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Corns Medication

  • Author: Daniel J Hogan, MD; Chief Editor: Dirk M Elston, MD  more...
 
Updated: Sep 18, 2014
 

Medication Summary

The goals of pharmacotherapy are to reduce morbidity and to prevent complications.

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Keratolytic agents

Class Summary

These agents cause the cornified epithelium to swell, soften, macerate, and then desquamate.

Salicylic acid topical (Clear Away, Compound W, Dr. Scholl's Corn Removers)

 

Topical salicylic acid is a keratolytic, bacteriostatic, and fungistatic agent. Its main clinical use is as a keratolytic agent and as an agent that increases the percutaneous absorption of combined drugs by removing the stratum corneum. The keratolytic activity results from solubilization of the intercellular ground substance in the stratum corneum and shedding of the scales, which are bound by it. It is commonly available in concentrations of 10-40% in a cream or lotion base.

Ammonium lactate (AmLactin, Lac-Hydrin, Lactinol)

 

Ammonium lactate provides beneficial effects on dry skin and severe hyperkeratotic conditions. It is indicated for moisturizing and softening dry, scaly skin.

Urea (Aquadrate, Calmurid, Carmol, Nutraplus)

 

Urea is a a keratolytic, bacteriostatic, bactericidal, and fungistatic agent. It is topical treatment for dry skin and ichthyosis and is also used as a skin moisturizer.

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Contributor Information and Disclosures
Author

Daniel J Hogan, MD Clinical Professor of Internal Medicine (Dermatology), Nova Southeastern University College of Osteopathic Medicine; Investigator, Hill Top Research, Florida Research Center

Daniel J Hogan, MD is a member of the following medical societies: Alpha Omega Alpha, American Academy of Dermatology, American Contact Dermatitis Society, Canadian Dermatology Association

Disclosure: Nothing to disclose.

Coauthor(s)

Amy Lynn Basile, DO, MPH Sun Coast Hospital/Largo Medical Center

Amy Lynn Basile, DO, MPH is a member of the following medical societies: American Medical Association, American Osteopathic Association, American Osteopathic College of Dermatology

Disclosure: Nothing to disclose.

Specialty Editor Board

David F Butler, MD Section Chief of Dermatology, Central Texas Veterans Healthcare System; Professor of Dermatology, Texas A&M University College of Medicine; Founding Chair, Department of Dermatology, Scott and White Clinic

David F Butler, MD is a member of the following medical societies: American Medical Association, Alpha Omega Alpha, Association of Military Dermatologists, American Academy of Dermatology, American Society for Dermatologic Surgery, American Society for MOHS Surgery, Phi Beta Kappa

Disclosure: Nothing to disclose.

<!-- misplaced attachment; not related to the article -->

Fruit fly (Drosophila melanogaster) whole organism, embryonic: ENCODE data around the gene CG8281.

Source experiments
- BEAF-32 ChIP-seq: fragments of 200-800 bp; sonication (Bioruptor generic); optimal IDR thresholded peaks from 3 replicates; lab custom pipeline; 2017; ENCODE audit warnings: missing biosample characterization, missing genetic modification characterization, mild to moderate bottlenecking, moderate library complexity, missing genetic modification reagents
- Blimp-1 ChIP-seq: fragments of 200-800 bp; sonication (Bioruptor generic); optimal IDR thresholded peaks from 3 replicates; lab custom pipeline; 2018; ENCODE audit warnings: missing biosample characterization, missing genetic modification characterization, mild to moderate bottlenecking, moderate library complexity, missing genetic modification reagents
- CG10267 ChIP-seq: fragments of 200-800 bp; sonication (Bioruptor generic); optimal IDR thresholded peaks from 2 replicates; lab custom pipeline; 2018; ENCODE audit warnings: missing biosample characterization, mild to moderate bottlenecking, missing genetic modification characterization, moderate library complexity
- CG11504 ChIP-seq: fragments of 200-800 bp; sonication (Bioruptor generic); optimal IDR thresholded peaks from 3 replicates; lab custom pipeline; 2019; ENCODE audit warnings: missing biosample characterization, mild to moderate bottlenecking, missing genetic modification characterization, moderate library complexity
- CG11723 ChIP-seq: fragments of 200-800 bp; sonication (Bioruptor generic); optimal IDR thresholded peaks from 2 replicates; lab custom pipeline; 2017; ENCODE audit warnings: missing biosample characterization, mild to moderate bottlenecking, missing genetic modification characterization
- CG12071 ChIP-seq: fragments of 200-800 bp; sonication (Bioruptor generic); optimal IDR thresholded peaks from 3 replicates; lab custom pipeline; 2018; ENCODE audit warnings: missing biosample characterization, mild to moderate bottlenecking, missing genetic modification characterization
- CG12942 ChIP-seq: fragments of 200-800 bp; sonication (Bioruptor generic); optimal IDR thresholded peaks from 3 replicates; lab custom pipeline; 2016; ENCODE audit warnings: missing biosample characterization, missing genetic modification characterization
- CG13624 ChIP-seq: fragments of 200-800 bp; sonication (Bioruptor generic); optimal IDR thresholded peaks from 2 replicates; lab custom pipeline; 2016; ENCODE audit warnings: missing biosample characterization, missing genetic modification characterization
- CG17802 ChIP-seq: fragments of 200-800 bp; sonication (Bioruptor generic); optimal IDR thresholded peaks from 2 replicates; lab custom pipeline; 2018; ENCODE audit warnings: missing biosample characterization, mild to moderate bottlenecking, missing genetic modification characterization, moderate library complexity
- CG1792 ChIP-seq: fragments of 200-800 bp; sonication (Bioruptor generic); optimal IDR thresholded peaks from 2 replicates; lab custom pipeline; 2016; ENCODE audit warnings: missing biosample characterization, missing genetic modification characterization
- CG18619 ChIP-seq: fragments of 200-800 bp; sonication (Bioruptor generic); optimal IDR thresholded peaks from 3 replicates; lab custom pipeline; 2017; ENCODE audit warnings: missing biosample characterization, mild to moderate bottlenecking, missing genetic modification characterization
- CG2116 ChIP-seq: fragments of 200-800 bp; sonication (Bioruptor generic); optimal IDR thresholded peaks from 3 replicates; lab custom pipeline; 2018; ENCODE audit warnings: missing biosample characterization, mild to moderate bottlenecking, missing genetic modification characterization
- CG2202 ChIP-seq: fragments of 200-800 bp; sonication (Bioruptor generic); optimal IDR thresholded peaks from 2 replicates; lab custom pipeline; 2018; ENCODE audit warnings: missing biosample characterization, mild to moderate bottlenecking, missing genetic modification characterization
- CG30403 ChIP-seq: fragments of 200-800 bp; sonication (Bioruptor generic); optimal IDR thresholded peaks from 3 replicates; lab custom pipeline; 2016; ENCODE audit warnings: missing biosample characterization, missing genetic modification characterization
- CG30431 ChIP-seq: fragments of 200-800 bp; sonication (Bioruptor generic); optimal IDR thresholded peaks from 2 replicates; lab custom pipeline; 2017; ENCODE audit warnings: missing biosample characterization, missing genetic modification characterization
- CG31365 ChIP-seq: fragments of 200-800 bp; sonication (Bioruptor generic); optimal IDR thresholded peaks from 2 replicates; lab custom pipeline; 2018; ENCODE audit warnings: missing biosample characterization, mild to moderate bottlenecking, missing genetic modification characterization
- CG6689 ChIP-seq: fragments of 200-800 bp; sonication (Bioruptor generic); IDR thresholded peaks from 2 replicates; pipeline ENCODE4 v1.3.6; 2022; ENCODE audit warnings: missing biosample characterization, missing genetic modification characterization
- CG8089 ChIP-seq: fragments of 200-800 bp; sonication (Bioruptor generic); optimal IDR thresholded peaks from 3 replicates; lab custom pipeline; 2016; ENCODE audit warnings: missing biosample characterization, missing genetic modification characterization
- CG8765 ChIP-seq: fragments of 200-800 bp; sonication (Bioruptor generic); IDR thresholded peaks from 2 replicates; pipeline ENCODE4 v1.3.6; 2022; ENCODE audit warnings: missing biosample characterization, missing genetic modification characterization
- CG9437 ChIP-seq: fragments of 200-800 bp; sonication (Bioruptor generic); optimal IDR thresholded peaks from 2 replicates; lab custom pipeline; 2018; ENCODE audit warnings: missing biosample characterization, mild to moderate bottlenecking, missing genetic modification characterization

Jeffrey Meffert, MD Associate Clinical Professor of Dermatology, University of Texas School of Medicine at San Antonio

Jeffrey Meffert, MD is a member of the following medical societies: American Academy of Dermatology, American Medical Association, Association of Military Dermatologists, Texas Dermatological Society

Disclosure: Nothing to disclose.

Chief Editor

Dirk M Elston, MD Professor and Chairman, Department of Dermatology and Dermatologic Surgery, Medical University of South Carolina College of Medicine

Dirk M Elston, MD is a member of the following medical societies: American Academy of Dermatology

Disclosure: Nothing to disclose.

Additional Contributors

Richard K Scher, MD Adjunct Professor of Dermatology, University of North Carolina at Chapel Hill School of Medicine; Professor Emeritus of Dermatology, Columbia University College of Physicians and Surgeons

Richard K Scher, MD is a member of the following medical societies: Alpha Omega Alpha, American Academy of Dermatology, American College of Physicians, American Medical Association, Association of Military Surgeons of the US, International Society for Dermatologic Surgery, Noah Worcester Dermatological Society, Society for Investigative Dermatology

Disclosure: Nothing to disclose.

Acknowledgements

The authors and editors of Medscape Reference gratefully acknowledge the contributions of previous authors Ali Hendi, MD; Douglas W. Kress, MD; and Roger Patrick, MD, to the development and writing of this article.

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Hard corn on the lateral surface of fifth toe. Courtesy of James K. DeOrio, MD.
Hard corn over the proximal interphalangeal joint of second toe. Courtesy of James K. DeOrio, MD.
Calluses on the palmar surface of the hands of a body builder. Courtesy of James K. DeOrio, MD.
 
 
 
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